Long rumored to be an IPO candidate, Palo Alto Networks has finally filed its paperwork for a $175m offering. The application-level firewall security vendor has put up astonishing growth in recent quarters, but unlike other early-stage companies, Palo Alto has been running in the black recently. But the real story – and one that will certainly draw interest on Wall Street – is Palo Alto’s astonishing growth. From essentially a standing start in 2007, the company has racked up more than 6,650 customers.
On the top line, Palo Alto has grown tenfold since 2009, recording sales of $185m over the past four quarters. In its most recent quarter, which ended January 31, the company more than doubled sales to $57m. While Palo Alto is obviously just getting started, it’s nonetheless worth considering how the startup is growing relative to the firewall industry’s stalwart, Check Point Software. That vendor, which crossed over the $1bn mark in 2010, expanded revenue about 13% last year.
Off a revenue base that’s counted in the billions of dollars, Check Point’s growth rate is actually fairly impressive. To put that another way, Check Point generated an additional $149m in revenue in 2011, which is less than Palo Alto generated but a level that’s still respectable. (And we should note that Check Point increases sales at a level of profitability that most other tech companies can only envy: For every dollar it books as sales, more than 40 cents of that drops straight to the bottom line.)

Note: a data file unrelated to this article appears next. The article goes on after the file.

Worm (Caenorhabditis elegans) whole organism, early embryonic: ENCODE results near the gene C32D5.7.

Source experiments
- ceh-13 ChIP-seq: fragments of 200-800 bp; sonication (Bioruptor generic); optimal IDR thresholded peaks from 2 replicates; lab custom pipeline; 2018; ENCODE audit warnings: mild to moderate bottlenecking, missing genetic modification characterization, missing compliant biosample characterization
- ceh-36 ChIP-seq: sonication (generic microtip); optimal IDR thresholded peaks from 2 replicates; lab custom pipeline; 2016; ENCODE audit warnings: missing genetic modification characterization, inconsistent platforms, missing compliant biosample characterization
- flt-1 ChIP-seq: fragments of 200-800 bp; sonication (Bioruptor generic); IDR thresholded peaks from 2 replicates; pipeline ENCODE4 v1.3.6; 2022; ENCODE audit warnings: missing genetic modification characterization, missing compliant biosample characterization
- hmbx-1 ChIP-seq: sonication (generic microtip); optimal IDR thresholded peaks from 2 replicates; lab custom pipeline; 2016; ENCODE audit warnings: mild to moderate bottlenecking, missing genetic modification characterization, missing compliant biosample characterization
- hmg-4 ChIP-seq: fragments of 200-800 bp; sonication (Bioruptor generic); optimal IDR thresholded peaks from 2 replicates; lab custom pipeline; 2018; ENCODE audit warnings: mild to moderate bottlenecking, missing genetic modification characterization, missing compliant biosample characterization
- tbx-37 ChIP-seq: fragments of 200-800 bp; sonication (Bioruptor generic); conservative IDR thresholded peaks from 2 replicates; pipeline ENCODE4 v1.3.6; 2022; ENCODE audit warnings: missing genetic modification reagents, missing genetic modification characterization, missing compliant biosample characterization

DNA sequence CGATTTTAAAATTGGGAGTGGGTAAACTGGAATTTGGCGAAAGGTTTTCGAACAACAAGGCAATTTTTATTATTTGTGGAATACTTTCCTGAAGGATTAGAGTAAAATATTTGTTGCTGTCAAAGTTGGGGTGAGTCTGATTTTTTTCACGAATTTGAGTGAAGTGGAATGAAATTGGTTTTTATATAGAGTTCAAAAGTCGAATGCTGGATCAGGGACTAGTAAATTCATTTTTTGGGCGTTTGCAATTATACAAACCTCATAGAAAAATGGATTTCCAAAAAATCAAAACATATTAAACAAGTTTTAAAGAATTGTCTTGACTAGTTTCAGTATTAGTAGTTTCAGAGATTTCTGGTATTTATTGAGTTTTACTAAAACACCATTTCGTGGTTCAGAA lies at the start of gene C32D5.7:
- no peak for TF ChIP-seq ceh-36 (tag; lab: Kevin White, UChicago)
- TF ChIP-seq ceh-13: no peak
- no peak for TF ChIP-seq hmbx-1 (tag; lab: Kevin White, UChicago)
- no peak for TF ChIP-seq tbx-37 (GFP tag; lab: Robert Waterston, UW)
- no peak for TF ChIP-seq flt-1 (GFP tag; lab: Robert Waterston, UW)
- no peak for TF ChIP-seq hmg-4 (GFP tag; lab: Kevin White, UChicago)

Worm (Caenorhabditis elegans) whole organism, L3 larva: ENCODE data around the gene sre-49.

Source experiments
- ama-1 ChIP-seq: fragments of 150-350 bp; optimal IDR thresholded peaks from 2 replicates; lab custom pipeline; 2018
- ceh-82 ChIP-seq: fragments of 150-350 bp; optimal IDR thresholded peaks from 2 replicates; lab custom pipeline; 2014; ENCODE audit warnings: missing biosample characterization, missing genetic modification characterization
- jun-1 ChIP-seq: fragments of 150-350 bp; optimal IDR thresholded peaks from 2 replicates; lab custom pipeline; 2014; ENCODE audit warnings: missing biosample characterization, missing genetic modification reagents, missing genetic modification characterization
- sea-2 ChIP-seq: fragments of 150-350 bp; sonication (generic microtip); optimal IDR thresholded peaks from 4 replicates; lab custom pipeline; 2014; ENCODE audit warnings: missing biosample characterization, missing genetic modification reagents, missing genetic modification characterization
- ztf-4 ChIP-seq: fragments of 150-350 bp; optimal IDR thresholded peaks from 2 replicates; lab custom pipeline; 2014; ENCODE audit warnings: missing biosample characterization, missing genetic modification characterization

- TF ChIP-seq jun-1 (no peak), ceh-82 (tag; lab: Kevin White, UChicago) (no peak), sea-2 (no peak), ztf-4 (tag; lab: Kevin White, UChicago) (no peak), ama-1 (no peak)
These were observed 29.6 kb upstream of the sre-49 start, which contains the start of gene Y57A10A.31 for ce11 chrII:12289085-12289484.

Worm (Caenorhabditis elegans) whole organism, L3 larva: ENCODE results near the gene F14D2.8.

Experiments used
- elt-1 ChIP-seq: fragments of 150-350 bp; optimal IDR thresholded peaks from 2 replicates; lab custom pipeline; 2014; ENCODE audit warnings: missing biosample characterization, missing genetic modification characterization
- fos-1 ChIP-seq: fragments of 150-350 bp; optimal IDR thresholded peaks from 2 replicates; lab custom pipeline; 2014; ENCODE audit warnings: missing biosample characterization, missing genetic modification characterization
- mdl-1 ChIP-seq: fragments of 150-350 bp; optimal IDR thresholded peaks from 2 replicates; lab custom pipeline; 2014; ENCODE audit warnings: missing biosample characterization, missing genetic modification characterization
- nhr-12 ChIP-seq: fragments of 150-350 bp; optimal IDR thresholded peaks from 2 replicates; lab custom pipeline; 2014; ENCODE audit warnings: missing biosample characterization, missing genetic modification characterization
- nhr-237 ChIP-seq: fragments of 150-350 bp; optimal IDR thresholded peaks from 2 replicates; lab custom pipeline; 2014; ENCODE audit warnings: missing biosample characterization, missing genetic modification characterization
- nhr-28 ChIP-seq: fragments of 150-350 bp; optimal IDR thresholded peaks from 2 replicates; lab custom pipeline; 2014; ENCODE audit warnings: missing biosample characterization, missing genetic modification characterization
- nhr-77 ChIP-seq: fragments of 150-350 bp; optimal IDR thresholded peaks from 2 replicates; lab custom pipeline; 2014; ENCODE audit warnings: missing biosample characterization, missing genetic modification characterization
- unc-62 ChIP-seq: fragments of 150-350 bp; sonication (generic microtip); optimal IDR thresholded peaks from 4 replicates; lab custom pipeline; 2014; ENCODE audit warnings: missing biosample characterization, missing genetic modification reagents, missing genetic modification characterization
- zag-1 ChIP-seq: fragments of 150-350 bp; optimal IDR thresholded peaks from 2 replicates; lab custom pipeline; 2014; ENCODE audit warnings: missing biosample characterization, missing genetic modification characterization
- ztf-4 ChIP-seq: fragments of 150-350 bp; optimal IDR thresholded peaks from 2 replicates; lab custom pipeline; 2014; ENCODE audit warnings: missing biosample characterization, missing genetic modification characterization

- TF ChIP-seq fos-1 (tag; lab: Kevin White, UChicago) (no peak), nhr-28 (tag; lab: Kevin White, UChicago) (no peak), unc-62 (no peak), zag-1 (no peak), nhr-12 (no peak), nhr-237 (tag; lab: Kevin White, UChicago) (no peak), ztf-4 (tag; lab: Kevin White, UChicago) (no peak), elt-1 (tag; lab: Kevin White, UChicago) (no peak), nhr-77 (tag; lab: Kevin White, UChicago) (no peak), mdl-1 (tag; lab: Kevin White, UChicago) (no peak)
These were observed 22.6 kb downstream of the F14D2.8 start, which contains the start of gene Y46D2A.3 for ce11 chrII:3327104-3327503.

Wall Street certainly is bullish on Check Point, having driven the company’s shares to their highest level in 11 years. It currently garners a market cap of $12.8bn, a full 10 times trailing sales. We would expect Palo Alto to at least trade at that multiple when it comes to market later this summer. That could put its valuation above $2bn. Not a bad bit of value creation for a company that raised just $65m in venture backing. Greylock Partners and Sequoia Partners are Palo Alto’s biggest shareholders, with each firm owning 22% of the startup.